The Canadian Commonwealth eBook

This eBook from the Gutenberg Project consists of approximately 231 pages of information about The Canadian Commonwealth.
Conservatives had captured the most of the provincial governments.  With the Conservatives professing high tariff as economic salvation and the Liberals regarding high tariff as economic damnation, it seems almost heresy to set down that the line of demarkation between the two great parties in practice is really one of Outs and Ins.  The only tariff reductions made by the Liberals were on British imports, and this did not lower the average on British imports to the level of the average duty on American imports; when the high tariff Conservatives came back to power, the duties were not shoved to higher levels.  This, too, has all been by force of circumstances.  When both parties would have grasped eagerly at tariff reductions from the United States, those concessions could not be obtained.  When the tariff concessions were offered, Canada had already built up such intrenched interests of her own in factory, mill and transportation that she was not in a position to accept the offer.  Laurier did not see this, but many of his party did and refused to support him in reciprocity.

At time of writing, to an outsider, there is in practice no difference between the two parties; but this can hardly remain a permanent condition.  As long as the war lasts both parties will be a unit in support of Imperial defense.  The day the war is over Canada may have to consider, not Imperial, but Dominion defense; and this is bound to split the parties up on entirely new lines.  The French Nationalists are for standing aside from all European entanglements and resting secure under the Monroe Doctrine.  The two million Americans in the West may be expected to advocate the same policy.  The British and the Canadians of British descent in Canada may be expected to take an aggressive stand for active self-defense; for defense may be one of Canada’s next big problems.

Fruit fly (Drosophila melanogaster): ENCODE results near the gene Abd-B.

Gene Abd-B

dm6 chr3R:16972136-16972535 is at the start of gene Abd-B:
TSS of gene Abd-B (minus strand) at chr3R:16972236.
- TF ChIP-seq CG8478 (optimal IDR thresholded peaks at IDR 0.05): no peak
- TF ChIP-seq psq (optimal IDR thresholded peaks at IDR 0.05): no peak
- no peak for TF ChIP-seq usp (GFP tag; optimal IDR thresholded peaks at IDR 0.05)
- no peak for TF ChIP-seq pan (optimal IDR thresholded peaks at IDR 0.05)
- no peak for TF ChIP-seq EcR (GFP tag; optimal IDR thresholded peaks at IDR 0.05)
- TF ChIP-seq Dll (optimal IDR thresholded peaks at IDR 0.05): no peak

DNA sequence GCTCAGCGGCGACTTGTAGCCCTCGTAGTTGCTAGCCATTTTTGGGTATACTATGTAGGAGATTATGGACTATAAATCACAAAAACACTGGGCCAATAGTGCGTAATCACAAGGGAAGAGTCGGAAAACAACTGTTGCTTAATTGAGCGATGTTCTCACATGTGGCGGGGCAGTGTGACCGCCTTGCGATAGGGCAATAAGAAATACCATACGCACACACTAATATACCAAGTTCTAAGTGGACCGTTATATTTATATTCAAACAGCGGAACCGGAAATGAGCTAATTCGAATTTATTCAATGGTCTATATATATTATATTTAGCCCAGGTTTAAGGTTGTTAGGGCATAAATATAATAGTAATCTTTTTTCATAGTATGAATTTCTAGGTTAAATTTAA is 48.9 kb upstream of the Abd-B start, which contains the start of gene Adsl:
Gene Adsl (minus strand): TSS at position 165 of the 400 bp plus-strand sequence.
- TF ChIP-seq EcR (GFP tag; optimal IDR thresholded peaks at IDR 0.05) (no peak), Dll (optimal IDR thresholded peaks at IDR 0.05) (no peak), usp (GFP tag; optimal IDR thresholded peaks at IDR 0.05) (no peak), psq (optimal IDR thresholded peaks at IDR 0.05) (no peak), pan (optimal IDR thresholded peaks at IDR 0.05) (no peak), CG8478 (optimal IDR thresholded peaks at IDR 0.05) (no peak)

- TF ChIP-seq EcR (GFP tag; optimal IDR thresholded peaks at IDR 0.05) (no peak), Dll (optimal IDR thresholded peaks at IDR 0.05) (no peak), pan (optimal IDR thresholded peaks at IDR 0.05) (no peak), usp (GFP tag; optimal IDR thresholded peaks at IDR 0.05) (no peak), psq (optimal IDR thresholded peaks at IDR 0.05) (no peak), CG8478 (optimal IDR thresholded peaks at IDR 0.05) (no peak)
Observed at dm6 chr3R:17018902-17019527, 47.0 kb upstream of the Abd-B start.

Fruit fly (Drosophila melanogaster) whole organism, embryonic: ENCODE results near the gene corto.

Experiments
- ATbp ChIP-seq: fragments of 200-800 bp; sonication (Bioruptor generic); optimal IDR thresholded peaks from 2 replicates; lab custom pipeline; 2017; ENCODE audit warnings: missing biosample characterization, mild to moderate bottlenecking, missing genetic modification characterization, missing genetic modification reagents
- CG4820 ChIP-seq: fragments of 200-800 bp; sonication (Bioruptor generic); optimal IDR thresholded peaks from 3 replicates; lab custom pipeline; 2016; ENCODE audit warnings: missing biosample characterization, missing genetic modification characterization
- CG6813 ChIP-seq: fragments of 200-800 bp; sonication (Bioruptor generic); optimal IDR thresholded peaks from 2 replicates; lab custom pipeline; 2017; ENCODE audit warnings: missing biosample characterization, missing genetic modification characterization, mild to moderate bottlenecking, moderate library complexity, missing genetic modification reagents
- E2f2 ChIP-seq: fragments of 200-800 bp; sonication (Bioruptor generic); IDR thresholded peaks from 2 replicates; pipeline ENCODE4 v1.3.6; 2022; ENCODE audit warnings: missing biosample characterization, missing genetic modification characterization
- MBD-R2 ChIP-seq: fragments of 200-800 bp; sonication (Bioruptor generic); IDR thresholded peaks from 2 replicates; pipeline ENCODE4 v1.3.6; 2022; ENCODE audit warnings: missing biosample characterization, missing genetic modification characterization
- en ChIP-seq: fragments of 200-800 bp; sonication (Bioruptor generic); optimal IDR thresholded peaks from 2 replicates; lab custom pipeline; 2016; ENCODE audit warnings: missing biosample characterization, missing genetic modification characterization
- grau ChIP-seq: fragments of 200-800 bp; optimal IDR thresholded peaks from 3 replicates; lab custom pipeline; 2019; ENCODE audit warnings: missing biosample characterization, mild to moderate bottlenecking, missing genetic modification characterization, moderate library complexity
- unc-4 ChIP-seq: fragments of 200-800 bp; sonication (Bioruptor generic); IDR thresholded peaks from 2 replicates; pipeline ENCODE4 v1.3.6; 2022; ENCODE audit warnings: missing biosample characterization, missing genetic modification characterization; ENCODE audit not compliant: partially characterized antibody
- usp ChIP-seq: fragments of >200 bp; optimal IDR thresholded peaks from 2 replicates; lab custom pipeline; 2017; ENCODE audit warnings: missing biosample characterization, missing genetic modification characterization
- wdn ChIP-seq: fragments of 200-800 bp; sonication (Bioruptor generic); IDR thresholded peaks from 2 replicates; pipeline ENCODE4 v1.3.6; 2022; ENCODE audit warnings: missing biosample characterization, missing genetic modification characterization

Up to the present, Canadians have considered it a superiority that their constitution—­the British North America Act—­could be so easily amended.  As long as Canada is peopled by Canadians, it is an advantage to work under a constitution that may be modified to suit the growing need of a growing nation, but one is constrained to ask what if Galicians and Germans ever acquired the balance of voting power in Canada?  There are half as many German-born Germans in the United States as there are native-born Canadians in Canada.  What if such a tide of German immigration came to Canada?  Would it be an advantage or a disadvantage that the country’s constitution could be so easily amended by the Imperial Parliament?  Or more striking still, suppose the Hindu, a British subject, began peopling Western Canada by the million.  Suppose the Hindu, a British subject, voted in Canada for a change in the constitution!  Can one conceive for one minute of the Imperial government refusing to amend the British North American Act?  Canadians sometimes refer to the American Constitution as too

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The Canadian Commonwealth from Project Gutenberg. Public domain.
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